US Open: Alcaraz beats Tiafoe in 5 sets and goes to the final, could become the #1 youngest player

The Spaniard reigns after another battle that lasted more than four hours: 6-7, 6-3, 6-1, 6-7, 6-3 score. In his first Grand Slam final, he will face Rod

Another marathon, another epic five-set match promoting child phenom Carlos Alcaraz to the US Open final who defeated the brave never-to-dominate Francis Tiafoe 6-7, 6-3, 6-1, 6-7, 6-3 and reached his first final in Grand Slam with the tempting chance to come home from New York with the record for the youngest player in history.


A match fought shot, in which the first set is immediately withdrawn. At tie 3, Alcaraz starts attacking the answer with more determination, and reaches the double break point which Tiafoe cancels. At 5-6 Spotlight: It is the Spaniard who offers his opponent a break point which is also a set point. Alcaraz pulls two winning serves from the hat and extends the group in the tiebreak. Here Tiafoe still looks infallible, as in all six breaks played and won the championship. He climbed 4-1, reached the triple set point, and allowed himself to be reclaimed by Alcaraz, but he misplaced the fourth and entered the match with a steady advantage. In the momentum, Tiafoe hits the break ball for a 2-1 run and serves, but Alcaraz gets up just enough to reverse the game’s stalemate, flying to 5-2 (having saved two dangerous balls in the second half) and leveling the score from the sets. It is the turning point of the game. Tiafoe is out and from his comeback chance of the game 5-4 of a second, the American suffers a devastating 15-1 point streak that has buried him 4-0. Alcaraz is completely in charge of the field and above all leads by two sets to 1. The Spaniard misses two 3-0 balls at the start of the fourth set and Tiafo returns with the encouragement of the crowd to the surface. The match is fun again, Alcaraz goes ahead with a break at the start of the fourth set, then replays it and at 5-4 reaches the match point. However, Tiafoe scored a counter-goal with all the trimmings, refusing to defeat. You reach the tiebreak and again when Alcaraz misses a forehand that isn’t impossible, Arthur Ashe blows up completely: he goes into the fifth set. Alcaraz opens it up again with a break, and puts it back in, but then he has more fuel in his body. With 8 consecutive points, the Spaniard takes the advantage of the break again, which this time confirms directly under the banner of the finish line. On match point four, Alcaraz touched his first Grand Slam final.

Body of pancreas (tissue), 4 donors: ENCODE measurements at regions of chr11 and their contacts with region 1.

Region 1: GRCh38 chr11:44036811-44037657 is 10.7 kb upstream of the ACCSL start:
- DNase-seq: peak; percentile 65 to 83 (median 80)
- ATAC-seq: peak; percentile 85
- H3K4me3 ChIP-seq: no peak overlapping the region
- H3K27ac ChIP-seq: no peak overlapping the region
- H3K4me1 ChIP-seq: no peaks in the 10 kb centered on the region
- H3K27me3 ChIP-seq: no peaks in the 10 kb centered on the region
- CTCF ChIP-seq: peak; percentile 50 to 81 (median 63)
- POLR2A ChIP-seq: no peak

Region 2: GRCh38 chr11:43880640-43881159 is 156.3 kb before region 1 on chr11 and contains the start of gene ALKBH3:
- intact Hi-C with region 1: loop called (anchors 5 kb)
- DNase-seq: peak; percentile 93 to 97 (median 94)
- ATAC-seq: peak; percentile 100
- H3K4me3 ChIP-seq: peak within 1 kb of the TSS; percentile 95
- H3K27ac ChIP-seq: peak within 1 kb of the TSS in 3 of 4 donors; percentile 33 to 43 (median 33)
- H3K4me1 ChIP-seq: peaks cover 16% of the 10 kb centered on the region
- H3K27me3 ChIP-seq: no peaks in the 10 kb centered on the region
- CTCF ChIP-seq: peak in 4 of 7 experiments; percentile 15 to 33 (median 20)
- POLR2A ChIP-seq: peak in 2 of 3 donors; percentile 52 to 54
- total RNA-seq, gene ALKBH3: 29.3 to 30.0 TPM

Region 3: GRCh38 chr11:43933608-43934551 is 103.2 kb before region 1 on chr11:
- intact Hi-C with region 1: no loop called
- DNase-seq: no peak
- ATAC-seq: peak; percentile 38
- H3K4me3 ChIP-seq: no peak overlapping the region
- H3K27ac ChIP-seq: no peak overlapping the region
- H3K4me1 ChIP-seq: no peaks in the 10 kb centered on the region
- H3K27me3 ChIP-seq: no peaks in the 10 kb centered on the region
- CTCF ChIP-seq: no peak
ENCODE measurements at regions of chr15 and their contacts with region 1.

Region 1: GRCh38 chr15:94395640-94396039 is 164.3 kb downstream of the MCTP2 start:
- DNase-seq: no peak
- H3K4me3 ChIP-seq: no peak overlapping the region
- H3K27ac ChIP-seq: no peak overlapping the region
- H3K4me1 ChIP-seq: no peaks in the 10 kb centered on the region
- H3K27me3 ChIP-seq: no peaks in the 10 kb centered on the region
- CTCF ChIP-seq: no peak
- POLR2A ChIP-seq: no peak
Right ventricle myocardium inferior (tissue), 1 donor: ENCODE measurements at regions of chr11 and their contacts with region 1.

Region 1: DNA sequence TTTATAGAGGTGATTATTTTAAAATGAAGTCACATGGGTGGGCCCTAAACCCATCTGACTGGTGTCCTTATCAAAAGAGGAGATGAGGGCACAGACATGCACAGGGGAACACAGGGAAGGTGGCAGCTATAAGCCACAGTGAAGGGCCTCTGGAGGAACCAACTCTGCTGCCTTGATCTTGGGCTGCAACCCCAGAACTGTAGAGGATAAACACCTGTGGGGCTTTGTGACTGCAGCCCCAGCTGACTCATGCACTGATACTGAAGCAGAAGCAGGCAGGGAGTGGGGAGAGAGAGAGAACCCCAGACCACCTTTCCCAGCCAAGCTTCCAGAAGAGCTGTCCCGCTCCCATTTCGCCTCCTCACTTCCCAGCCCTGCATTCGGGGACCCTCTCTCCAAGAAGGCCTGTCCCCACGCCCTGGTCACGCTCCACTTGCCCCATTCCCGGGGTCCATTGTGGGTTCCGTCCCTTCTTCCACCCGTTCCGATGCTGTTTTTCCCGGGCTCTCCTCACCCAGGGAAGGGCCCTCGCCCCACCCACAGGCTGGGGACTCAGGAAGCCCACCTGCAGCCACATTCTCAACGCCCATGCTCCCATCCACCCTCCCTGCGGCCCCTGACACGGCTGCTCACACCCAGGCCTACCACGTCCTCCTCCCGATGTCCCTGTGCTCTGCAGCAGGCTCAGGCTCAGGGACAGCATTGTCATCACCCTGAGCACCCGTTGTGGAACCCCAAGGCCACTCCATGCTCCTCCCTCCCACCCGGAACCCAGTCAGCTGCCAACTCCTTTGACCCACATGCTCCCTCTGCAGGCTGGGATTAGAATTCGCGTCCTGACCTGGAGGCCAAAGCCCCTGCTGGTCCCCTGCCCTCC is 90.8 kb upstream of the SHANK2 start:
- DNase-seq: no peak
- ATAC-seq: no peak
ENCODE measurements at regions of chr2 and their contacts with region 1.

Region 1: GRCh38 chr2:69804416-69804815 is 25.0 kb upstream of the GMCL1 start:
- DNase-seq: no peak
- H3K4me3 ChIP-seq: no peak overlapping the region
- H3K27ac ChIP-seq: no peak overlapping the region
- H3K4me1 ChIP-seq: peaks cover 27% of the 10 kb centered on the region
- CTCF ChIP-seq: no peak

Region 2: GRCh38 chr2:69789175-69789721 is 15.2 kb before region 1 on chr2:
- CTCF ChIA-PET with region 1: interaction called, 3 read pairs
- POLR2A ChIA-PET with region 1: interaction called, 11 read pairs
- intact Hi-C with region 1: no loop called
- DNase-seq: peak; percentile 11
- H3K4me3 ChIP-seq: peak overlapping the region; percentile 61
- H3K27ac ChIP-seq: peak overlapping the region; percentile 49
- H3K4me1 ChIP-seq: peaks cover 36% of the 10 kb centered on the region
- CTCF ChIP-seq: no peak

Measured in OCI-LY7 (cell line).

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Whoever wins Sunday between Carlos Alcaraz and Casper Ruud will not only be the 152nd Grand Slam champion in history, but also be the new world number one. At 19 years, 4 months and 6 days, on the 21st anniversary of the tragedy of the Twin Towers, Alcaraz could become the youngest No. 1 in history by breaking Lleyton Hewitt’s record for being the world number one for the first time in 2001 at 20 years and 8 months . But it wasn’t only Alcaraz who could become the second youngest champion in US Open history after Pete Sampras, King in 1990 at the age of 19. The fourth youngest player in the Open Era after Chang (Roland Garros 1989), Baker (Wimbledon 1985), Wellander (Roland Garros 1982), Borg (Roland Garros 1974), Nadal (Roland Garros 2005) and Sampras (US Open 1990).